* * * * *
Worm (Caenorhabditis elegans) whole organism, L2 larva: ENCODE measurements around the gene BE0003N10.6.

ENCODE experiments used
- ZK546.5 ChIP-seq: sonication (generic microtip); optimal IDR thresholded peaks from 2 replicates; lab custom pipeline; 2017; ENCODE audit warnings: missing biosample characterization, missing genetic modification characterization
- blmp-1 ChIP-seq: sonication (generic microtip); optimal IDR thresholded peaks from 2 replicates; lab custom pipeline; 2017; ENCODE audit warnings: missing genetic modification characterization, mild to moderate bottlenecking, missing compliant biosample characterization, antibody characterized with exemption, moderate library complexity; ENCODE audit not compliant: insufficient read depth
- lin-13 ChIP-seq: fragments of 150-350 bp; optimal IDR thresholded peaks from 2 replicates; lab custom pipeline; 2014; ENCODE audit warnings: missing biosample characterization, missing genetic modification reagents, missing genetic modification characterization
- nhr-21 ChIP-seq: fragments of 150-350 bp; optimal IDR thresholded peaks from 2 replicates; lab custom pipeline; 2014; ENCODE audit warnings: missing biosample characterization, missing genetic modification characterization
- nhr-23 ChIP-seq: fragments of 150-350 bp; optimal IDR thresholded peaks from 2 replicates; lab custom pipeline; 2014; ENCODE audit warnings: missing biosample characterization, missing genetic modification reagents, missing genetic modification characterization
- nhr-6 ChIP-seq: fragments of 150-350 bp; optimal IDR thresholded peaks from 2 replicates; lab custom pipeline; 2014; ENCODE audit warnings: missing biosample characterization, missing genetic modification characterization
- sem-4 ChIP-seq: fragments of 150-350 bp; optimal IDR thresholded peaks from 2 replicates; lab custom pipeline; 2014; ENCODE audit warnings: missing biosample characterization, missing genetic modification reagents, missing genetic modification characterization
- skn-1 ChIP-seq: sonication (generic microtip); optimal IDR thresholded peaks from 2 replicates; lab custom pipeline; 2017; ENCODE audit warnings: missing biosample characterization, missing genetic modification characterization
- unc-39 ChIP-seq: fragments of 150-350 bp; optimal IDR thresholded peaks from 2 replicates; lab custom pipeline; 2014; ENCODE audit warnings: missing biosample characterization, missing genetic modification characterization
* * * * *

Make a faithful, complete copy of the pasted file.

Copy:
Worm (Caenorhabditis elegans) whole organism, L2 larva: ENCODE measurements around the gene BE0003N10.6.

ENCODE experiments used
- ZK546.5 ChIP-seq: sonication (generic microtip); optimal IDR thresholded peaks from 2 replicates; lab custom pipeline; 2017; ENCODE audit warnings: missing biosample characterization, missing genetic modification characterization
- blmp-1 ChIP-seq: sonication (generic microtip); optimal IDR thresholded peaks from 2 replicates; lab custom pipeline; 2017; ENCODE audit warnings: missing genetic modification characterization, mild to moderate bottlenecking, missing compliant biosample characterization, antibody characterized with exemption, moderate library complexity; ENCODE audit not compliant: insufficient read depth
- lin-13 ChIP-seq: fragments of 150-350 bp; optimal IDR thresholded peaks from 2 replicates; lab custom pipeline; 2014; ENCODE audit warnings: missing biosample characterization, missing genetic modification reagents, missing genetic modification characterization
- nhr-21 ChIP-seq: fragments of 150-350 bp; optimal IDR thresholded peaks from 2 replicates; lab custom pipeline; 2014; ENCODE audit warnings: missing biosample characterization, missing genetic modification characterization
- nhr-23 ChIP-seq: fragments of 150-350 bp; optimal IDR thresholded peaks from 2 replicates; lab custom pipeline; 2014; ENCODE audit warnings: missing biosample characterization, missing genetic modification reagents, missing genetic modification characterization
- nhr-6 ChIP-seq: fragments of 150-350 bp; optimal IDR thresholded peaks from 2 replicates; lab custom pipeline; 2014; ENCODE audit warnings: missing biosample characterization, missing genetic modification characterization
- sem-4 ChIP-seq: fragments of 150-350 bp; optimal IDR thresholded peaks from 2 replicates; lab custom pipeline; 2014; ENCODE audit warnings: missing biosample characterization, missing genetic modification reagents, missing genetic modification characterization
- skn-1 ChIP-seq: sonication (generic microtip); optimal IDR thresholded peaks from 2 replicates; lab custom pipeline; 2017; ENCODE audit warnings: missing biosample characterization, missing genetic modification characterization
- unc-39 ChIP-seq: fragments of 150-350 bp; optimal IDR thresholded peaks from 2 replicates; lab custom pipeline; 2014; ENCODE audit warnings: missing biosample characterization, missing genetic modification characterization